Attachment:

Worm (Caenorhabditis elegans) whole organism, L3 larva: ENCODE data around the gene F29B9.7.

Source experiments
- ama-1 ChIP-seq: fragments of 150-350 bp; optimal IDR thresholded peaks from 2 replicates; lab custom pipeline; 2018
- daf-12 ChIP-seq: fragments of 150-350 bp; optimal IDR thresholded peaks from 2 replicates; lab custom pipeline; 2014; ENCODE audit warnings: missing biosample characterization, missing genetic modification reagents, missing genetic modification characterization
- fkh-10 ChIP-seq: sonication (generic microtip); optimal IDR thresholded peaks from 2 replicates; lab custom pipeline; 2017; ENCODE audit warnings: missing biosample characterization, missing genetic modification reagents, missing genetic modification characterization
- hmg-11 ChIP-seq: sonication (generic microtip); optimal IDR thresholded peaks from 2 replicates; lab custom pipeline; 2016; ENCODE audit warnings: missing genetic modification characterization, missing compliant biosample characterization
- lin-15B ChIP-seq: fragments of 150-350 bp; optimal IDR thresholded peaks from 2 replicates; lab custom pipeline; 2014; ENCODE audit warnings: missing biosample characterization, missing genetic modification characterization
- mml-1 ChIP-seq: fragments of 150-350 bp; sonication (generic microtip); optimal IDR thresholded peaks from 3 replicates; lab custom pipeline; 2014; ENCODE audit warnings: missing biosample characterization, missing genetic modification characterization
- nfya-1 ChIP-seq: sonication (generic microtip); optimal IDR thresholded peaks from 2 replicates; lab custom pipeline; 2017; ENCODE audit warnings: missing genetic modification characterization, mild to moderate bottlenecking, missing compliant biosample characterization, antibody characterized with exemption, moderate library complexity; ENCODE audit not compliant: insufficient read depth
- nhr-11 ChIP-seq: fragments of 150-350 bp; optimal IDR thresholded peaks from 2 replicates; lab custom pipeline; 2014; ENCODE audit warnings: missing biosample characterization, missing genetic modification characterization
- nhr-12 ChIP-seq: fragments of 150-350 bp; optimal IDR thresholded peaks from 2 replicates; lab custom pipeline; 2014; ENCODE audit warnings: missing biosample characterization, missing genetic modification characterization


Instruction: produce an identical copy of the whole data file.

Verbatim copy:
Worm (Caenorhabditis elegans) whole organism, L3 larva: ENCODE data around the gene F29B9.7.

Source experiments
- ama-1 ChIP-seq: fragments of 150-350 bp; optimal IDR thresholded peaks from 2 replicates; lab custom pipeline; 2018
- daf-12 ChIP-seq: fragments of 150-350 bp; optimal IDR thresholded peaks from 2 replicates; lab custom pipeline; 2014; ENCODE audit warnings: missing biosample characterization, missing genetic modification reagents, missing genetic modification characterization
- fkh-10 ChIP-seq: sonication (generic microtip); optimal IDR thresholded peaks from 2 replicates; lab custom pipeline; 2017; ENCODE audit warnings: missing biosample characterization, missing genetic modification reagents, missing genetic modification characterization
- hmg-11 ChIP-seq: sonication (generic microtip); optimal IDR thresholded peaks from 2 replicates; lab custom pipeline; 2016; ENCODE audit warnings: missing genetic modification characterization, missing compliant biosample characterization
- lin-15B ChIP-seq: fragments of 150-350 bp; optimal IDR thresholded peaks from 2 replicates; lab custom pipeline; 2014; ENCODE audit warnings: missing biosample characterization, missing genetic modification characterization
- mml-1 ChIP-seq: fragments of 150-350 bp; sonication (generic microtip); optimal IDR thresholded peaks from 3 replicates; lab custom pipeline; 2014; ENCODE audit warnings: missing biosample characterization, missing genetic modification characterization
- nfya-1 ChIP-seq: sonication (generic microtip); optimal IDR thresholded peaks from 2 replicates; lab custom pipeline; 2017; ENCODE audit warnings: missing genetic modification characterization, mild to moderate bottlenecking, missing compliant biosample characterization, antibody characterized with exemption, moderate library complexity; ENCODE audit not compliant: insufficient read depth
- nhr-11 ChIP-seq: fragments of 150-350 bp; optimal IDR thresholded peaks from 2 replicates; lab custom pipeline; 2014; ENCODE audit warnings: missing biosample characterization, missing genetic modification characterization
- nhr-12 ChIP-seq: fragments of 150-350 bp; optimal IDR thresholded peaks from 2 replicates; lab custom pipeline; 2014; ENCODE audit warnings: missing biosample characterization, missing genetic modification characterization